I also sometimes wrap a machine screw thread with Teflon tape. Helps the sealing and appears to prevent galling.
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Old 20-08-2010, 08:43   #8
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Yes on the butyl and yes on the "Mainsail" countersink for sealing. I do use tefgel whenever we screw anything into metal. (Butyl lasts for a week under fingernails !)

Would coarse or fine screw threads be best if I want to reduce the plate thickness ? I'm guessing that 3/8" SS would be just about right strength-wise but don't know if that would allow for enough threads ?

Thanks for all the inputs.



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Old 20-08-2010, 10:14   #9
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threaded plates

If the material of the fastener and the threaded plates have similar tensile strength, 5 threads engagement gives the full strength of the fastener. Fine pitch threads are stronger, because the minor dia. is larger, and that is the area that fails first. Example: 3/8-16 thread, 5/16" plate gives 5 threads.
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Old 20-08-2010, 10:31   #10
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If the material of the fastener and the threaded plates have similar tensile strength, 5 threads engagement gives the full strength of the fastener. Fine pitch threads are stronger, because the minor dia. is larger, and that is the area that fails first. Example: 3/8-16 thread, 5/16" plate gives 5 threads.
Andy
Excellent answer.

Did you look that up in some table or do you just know it ?

Thanks,



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Old 20-08-2010, 14:37   #11
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Excellent answer.
Did you look that up in some table or do you just know it ?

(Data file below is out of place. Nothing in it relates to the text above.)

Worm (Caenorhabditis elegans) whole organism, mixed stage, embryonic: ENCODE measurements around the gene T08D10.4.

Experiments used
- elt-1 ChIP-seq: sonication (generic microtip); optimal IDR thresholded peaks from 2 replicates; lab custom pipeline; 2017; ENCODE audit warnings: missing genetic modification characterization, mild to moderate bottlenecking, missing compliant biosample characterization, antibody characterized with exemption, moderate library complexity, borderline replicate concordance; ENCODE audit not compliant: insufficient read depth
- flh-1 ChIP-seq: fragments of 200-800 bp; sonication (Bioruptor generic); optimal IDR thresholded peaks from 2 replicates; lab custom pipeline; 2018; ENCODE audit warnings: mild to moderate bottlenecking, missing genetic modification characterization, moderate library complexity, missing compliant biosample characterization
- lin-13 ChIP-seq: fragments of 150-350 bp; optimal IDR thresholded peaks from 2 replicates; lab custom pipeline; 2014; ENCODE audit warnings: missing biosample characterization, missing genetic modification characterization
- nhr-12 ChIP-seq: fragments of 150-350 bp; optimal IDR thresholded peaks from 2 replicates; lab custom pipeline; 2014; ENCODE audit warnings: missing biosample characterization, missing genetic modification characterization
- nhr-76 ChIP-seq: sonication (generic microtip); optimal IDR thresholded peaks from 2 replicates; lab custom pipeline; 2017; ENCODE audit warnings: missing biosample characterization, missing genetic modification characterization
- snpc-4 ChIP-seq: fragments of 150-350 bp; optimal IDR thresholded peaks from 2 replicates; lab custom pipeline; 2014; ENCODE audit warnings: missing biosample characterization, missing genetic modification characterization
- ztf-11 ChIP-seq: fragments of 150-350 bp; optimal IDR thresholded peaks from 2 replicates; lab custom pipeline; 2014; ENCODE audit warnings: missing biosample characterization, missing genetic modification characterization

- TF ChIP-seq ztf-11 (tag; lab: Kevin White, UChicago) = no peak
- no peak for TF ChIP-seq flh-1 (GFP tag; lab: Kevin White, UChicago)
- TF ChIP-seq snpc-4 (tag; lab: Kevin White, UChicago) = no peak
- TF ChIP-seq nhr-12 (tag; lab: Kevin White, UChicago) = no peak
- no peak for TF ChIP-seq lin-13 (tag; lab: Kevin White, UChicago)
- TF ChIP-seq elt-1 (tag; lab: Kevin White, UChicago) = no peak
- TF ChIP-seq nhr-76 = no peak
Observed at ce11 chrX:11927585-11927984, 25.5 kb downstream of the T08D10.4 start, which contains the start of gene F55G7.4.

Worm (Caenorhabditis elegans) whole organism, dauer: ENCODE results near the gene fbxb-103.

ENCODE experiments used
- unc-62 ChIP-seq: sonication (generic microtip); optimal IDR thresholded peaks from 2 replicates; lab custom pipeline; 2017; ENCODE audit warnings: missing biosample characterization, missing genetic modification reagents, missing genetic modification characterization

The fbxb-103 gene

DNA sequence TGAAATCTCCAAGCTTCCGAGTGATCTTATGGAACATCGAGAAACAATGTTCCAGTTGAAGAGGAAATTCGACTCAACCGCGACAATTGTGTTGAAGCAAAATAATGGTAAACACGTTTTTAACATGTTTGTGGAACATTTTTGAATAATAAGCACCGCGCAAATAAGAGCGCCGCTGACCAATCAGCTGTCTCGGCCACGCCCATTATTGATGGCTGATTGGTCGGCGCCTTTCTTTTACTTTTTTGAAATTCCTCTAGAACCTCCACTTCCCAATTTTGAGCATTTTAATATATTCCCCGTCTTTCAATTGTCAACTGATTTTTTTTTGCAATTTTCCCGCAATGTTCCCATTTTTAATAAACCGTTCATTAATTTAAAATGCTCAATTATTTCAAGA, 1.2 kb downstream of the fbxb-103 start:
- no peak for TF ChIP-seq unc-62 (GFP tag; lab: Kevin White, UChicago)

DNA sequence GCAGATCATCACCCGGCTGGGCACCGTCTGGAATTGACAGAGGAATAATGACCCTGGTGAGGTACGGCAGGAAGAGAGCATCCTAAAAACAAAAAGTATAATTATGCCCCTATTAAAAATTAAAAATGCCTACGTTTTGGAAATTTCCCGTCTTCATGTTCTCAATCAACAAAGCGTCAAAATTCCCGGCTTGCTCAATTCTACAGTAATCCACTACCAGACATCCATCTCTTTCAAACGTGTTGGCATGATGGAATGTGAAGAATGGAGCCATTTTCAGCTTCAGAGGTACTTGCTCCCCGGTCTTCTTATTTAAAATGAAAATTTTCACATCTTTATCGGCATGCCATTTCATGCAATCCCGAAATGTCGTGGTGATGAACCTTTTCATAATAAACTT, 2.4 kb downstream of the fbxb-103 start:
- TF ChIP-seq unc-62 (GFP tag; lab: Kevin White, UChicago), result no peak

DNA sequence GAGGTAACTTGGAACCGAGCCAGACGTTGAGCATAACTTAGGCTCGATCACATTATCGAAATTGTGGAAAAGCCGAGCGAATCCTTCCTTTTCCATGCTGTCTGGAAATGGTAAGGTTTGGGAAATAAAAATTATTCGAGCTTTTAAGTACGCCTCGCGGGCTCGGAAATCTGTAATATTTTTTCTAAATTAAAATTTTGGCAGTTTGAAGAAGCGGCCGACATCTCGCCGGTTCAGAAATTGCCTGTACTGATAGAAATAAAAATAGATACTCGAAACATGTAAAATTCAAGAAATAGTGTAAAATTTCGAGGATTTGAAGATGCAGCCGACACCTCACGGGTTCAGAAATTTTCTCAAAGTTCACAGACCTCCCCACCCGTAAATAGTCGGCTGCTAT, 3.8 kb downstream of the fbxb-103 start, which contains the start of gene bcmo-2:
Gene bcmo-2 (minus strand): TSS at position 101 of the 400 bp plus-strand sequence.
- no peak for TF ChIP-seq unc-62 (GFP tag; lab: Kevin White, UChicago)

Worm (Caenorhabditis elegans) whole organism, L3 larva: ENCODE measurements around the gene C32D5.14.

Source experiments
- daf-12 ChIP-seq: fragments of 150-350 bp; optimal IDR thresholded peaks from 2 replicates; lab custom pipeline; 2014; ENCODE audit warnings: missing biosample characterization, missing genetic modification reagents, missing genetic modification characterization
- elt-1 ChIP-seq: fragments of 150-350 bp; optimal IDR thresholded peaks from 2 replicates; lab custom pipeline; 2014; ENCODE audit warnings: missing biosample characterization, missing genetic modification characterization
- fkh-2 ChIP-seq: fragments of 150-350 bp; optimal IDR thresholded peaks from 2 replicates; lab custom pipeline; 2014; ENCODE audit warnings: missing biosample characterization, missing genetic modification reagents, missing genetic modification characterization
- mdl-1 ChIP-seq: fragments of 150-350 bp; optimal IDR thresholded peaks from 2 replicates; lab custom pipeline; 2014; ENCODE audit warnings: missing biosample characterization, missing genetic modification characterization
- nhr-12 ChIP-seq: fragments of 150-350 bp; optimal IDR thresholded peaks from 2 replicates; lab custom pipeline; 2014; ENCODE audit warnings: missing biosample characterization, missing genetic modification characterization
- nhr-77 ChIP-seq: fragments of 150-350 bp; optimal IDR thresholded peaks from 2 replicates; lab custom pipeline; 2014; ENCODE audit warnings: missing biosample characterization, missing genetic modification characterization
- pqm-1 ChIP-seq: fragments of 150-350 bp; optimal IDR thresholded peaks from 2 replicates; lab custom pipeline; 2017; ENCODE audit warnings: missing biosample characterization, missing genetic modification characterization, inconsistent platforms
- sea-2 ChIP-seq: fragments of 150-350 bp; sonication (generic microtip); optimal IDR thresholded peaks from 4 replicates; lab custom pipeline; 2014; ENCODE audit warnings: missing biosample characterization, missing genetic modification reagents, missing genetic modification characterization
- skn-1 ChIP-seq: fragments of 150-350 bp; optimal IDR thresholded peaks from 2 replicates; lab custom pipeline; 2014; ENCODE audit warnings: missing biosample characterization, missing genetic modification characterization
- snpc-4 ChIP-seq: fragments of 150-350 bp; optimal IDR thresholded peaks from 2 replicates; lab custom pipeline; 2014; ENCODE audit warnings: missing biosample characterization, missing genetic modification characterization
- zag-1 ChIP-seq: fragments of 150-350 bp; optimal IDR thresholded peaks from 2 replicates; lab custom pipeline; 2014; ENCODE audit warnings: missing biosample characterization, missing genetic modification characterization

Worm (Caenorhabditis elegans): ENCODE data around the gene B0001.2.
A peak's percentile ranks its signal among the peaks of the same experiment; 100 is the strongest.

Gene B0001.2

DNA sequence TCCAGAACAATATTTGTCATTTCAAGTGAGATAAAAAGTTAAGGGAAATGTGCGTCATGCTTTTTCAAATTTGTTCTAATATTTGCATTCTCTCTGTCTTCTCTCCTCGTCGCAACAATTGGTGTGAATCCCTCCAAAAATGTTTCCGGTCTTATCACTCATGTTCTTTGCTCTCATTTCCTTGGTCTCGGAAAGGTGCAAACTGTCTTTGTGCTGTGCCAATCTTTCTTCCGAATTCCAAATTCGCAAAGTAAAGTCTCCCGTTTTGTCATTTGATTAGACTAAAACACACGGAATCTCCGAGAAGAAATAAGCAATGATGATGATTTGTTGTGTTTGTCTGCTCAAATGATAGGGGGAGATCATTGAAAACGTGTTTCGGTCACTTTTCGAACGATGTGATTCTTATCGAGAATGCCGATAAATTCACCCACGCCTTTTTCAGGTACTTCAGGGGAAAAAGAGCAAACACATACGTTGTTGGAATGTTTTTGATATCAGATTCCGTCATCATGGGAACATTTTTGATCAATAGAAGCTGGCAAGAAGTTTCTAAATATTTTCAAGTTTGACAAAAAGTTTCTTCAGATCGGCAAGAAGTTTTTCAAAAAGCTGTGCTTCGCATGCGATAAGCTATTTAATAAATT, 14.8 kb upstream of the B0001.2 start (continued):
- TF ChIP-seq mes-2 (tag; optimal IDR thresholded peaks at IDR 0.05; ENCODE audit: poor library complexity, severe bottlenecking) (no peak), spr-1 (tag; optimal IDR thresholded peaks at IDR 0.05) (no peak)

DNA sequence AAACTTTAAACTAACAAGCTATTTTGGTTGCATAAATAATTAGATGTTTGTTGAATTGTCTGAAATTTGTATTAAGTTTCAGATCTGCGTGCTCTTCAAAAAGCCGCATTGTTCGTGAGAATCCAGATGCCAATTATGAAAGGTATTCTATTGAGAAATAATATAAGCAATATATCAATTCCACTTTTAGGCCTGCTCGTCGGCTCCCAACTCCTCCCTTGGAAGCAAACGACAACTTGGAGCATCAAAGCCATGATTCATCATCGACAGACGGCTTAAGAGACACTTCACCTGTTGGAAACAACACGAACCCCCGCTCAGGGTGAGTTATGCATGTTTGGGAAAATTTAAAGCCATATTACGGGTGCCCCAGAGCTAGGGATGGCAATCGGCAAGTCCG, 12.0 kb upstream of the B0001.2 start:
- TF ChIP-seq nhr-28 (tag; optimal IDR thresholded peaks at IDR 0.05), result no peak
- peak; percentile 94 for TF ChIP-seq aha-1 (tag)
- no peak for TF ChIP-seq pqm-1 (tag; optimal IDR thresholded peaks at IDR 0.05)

How could it possibly matter?
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Old 20-08-2010, 14:47   #12
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Gord,

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How could it possibly matter?
It has to do with "give a man a fish" vs. "teach a man to fish". I'll leave the rest of the assignment up to you



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Old 20-08-2010, 14:51   #13
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Gord,



It has to do with "give a man a fish" vs. "teach a man to fish". I'll leave the rest of the assignment up to you
Wait...I know this one! "Give a man a fish, he'll eat for a day... Teach a man to fish, and he'll sit on a boat and drink beer all day..." I'm sure Gord knows this already!

Einstein claimed never to memorize anything which could be looked up in less than two minutes.
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Old 20-08-2010, 15:35   #14
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... Einstein claimed never to memorize anything which could be looked up in less than two minutes.
As Christian suggests; It has nothing to do with "give a man a fish" vs. "teach a man to fish".
In the modern information age; it may relate more closely to “give a man the wherewithal to purchase acquire a fish”.
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Old 20-08-2010, 15:39   #15
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As Christian suggests; It has nothing to do with "give a man a fish" vs. "teach a man to fish".
In the modern information age; it may relate more closely to “give a man the wherewithal to purchase acquire a fish”.
And if Einstein lived today he wouldn't even memorize his own name.